Time for Singapore to address some uncomfortable questions on its migrant workers
Even as we attend to the first order of business to suppress the many Covid-19 clusters in foreign worker dormitories, there are broader questions for our society to address based on an honest and thorough appraisal.
In the ongoing battle to combat the Covid-19 infections in the foreign workers’ dormitories, the focus and dominant narrative, unsurprisingly, have been on overcoming the clear and present public health issues there.
The imperative is to safeguard the wellbeing and interests of the foreign workers who reside there (and including those who have been moved out) and to protect the rest of the community.
In 2019, work-permit holders and foreign domestic workers comprise 56 per cent (or about 941,000) of the 1.68 million non-residents in Singapore. Singapore continues to have a strong appetite for low-wage migrant workers, and their numbers will likely remain substantial in the years to come.
However, it is clear we have to reduce our heavy reliance on foreign workers. This is not something that can be achieved overnight without significant impact to our economy.
In the meantime, it is imperative that we work resolutely towards enhancing the working and living conditions for migrant workers.
The apparent deplorable state of hygiene and overcrowding in the foreign workers’ dormitories today should remind us of the proverbial dog that did not bark.
Even as we attend to the first order of business to suppress the many Covid-19 clusters in the dormitories, there are broader questions for our society to address based on an honest and thorough appraisal.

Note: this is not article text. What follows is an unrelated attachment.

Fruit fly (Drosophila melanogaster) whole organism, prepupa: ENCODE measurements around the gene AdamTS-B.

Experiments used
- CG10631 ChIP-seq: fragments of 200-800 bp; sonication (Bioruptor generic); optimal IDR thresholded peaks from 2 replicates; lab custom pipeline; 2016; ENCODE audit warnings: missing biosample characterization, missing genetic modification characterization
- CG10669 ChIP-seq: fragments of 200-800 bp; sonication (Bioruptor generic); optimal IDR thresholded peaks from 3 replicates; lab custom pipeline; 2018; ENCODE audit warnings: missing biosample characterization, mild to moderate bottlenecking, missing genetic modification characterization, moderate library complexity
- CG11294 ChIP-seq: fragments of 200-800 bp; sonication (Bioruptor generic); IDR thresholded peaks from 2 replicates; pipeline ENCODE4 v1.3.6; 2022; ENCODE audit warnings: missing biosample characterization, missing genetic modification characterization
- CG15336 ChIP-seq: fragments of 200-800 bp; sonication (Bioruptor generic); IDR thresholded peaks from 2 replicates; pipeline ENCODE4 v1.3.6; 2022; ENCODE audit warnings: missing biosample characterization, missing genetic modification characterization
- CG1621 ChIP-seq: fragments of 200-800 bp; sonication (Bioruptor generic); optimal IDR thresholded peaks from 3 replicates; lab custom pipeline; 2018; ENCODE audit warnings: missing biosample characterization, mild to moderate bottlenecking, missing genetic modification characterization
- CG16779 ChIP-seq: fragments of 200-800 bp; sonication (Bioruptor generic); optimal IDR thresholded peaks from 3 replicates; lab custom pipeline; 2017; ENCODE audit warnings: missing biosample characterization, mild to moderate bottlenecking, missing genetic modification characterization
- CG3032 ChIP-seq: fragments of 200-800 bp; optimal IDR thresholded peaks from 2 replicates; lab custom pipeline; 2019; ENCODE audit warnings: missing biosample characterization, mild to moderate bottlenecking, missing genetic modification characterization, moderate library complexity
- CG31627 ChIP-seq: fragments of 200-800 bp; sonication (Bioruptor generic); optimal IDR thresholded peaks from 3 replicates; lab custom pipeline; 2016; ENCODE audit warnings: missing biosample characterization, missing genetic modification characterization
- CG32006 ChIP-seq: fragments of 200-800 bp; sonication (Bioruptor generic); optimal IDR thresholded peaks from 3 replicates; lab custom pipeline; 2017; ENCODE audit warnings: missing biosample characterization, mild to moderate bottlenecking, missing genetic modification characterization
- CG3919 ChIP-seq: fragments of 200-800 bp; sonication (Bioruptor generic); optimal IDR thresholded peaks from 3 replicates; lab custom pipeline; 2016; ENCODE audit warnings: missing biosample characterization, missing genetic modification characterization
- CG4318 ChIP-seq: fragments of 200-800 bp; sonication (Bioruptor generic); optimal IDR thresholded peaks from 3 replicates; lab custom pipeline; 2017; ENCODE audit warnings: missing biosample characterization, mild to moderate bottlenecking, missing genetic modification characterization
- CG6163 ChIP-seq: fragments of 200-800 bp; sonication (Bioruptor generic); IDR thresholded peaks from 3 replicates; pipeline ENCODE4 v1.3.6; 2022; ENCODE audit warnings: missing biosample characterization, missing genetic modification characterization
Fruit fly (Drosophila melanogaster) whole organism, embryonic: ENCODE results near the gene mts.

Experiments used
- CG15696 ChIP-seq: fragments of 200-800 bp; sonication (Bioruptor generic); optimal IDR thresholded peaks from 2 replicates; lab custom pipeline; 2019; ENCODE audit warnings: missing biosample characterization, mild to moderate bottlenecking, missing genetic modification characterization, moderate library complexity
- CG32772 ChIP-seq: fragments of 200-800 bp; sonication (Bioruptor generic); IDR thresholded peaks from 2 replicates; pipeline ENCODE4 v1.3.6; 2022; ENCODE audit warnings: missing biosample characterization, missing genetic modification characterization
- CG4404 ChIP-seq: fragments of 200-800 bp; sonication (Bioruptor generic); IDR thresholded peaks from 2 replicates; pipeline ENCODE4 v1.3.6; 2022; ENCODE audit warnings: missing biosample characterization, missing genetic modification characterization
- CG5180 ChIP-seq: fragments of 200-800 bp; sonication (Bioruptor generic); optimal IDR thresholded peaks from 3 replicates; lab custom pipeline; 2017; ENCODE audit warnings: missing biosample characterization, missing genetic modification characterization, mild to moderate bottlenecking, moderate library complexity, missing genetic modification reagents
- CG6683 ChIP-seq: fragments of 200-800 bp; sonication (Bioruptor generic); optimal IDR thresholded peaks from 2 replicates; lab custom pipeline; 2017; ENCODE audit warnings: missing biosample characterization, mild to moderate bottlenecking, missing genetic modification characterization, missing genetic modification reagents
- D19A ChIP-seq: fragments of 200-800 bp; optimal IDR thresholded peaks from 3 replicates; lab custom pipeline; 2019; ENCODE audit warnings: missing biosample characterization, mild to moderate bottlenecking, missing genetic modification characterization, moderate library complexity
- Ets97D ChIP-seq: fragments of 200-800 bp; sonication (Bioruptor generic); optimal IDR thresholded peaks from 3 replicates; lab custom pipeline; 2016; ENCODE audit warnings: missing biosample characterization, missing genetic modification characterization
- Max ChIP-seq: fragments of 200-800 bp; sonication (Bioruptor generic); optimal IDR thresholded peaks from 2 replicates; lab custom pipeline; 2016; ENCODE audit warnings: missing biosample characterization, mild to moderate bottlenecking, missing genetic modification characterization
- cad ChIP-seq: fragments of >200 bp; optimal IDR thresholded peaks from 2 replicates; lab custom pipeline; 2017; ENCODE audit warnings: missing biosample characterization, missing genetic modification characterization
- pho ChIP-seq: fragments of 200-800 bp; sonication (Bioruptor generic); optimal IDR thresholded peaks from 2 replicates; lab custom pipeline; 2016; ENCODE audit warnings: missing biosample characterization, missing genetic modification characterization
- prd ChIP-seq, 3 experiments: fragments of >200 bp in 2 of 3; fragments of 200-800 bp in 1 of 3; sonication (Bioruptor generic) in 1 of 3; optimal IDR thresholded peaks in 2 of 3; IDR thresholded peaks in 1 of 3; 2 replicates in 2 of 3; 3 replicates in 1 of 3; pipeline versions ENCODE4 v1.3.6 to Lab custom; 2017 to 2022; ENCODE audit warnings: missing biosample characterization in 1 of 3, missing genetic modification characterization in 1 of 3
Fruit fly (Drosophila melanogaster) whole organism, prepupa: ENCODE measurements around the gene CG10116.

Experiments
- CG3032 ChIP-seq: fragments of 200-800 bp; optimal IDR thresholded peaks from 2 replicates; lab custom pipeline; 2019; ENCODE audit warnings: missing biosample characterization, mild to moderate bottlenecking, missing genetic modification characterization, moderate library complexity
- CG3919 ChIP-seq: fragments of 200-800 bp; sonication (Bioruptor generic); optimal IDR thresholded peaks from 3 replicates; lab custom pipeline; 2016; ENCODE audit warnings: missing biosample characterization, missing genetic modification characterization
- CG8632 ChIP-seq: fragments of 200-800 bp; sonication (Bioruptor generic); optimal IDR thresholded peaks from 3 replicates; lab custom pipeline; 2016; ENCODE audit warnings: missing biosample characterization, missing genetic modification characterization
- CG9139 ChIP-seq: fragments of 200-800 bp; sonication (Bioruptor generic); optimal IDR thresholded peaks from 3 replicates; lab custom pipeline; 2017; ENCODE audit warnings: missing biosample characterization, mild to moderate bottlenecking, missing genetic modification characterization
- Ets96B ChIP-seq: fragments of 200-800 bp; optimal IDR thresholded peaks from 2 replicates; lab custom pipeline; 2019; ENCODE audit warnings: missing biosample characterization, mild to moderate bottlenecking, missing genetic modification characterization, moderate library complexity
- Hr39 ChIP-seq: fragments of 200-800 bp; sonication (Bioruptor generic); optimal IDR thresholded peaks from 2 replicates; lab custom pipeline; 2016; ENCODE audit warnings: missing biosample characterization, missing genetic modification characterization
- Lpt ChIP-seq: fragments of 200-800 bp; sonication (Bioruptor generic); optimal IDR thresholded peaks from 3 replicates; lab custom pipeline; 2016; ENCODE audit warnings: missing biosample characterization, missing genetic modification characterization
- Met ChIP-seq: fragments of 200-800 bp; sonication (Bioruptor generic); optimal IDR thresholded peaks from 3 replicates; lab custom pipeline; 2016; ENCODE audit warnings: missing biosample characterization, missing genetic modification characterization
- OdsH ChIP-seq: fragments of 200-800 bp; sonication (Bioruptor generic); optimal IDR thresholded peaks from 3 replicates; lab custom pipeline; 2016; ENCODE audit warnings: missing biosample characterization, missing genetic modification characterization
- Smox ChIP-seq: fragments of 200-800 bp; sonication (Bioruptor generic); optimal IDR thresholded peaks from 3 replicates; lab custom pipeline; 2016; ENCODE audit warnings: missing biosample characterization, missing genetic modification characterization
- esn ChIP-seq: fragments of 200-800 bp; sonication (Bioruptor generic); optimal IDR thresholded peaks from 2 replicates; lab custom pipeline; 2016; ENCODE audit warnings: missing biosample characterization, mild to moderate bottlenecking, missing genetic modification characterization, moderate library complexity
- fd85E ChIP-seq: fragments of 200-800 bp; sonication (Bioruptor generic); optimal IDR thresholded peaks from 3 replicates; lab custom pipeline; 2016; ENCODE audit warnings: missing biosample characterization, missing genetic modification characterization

A failure to do so might result in us merely tackling the symptoms, and not the causes, of the challenges associated with the large migrant worker population here.
In turn, that challenges the viability and legitimacy of our immigration policy and our economic formula even as the government assiduously manages public opinion over the news and images coming out of the dormitories.
What might be some of the broader questions? Let me offer two.
The first is whether our heavy reliance on cheap, transient foreign labour is a sustainable economic formula.
Secondly, are we prepared to shoulder more of the costs of having a large foreign labour force?
Have such costs been properly allocated among the stakeholders? Or are the benefits of such a policy largely privatised while the costs socialised?
Both questions implicate our values system: How we view the foreign workers who do the so-called 3D (dirty, dangerous, and demeaning) jobs that Singaporeans do not want to do.
We cannot continue to reap the benefits of a significant low-wage foreign worker presence here while not properly shouldering the costs that come with it.
Mr Rana (not his real name), a 29-year-old Bangladeshi foreign worker residing in Cochrane Lodge 1, said he took this photograph on April 17, 2020, showing that there was a lack of space in rooms to maintain a safe distance. Photo: Mr Rana
The trade-offs must be recognised in form and in substance and be borne equitably by the Government, employers and Singaporeans, and between Singaporeans and the migrant workers.
Let’s assume that our economic formula, requiring large inputs of labour, is sustainable.
We will need to provide adequate, decent dormitories and amenities and be more willing to share open and public spaces with the foreign workers who, like Singaporeans, are entitled to dignity in work and life.
In the aftermath of the Little India riot in 2013, one line of policy thinking was to provide purpose-built dormitories, with the range of facilities and amenities so that the foreign workers need not venture out and congregate in public places.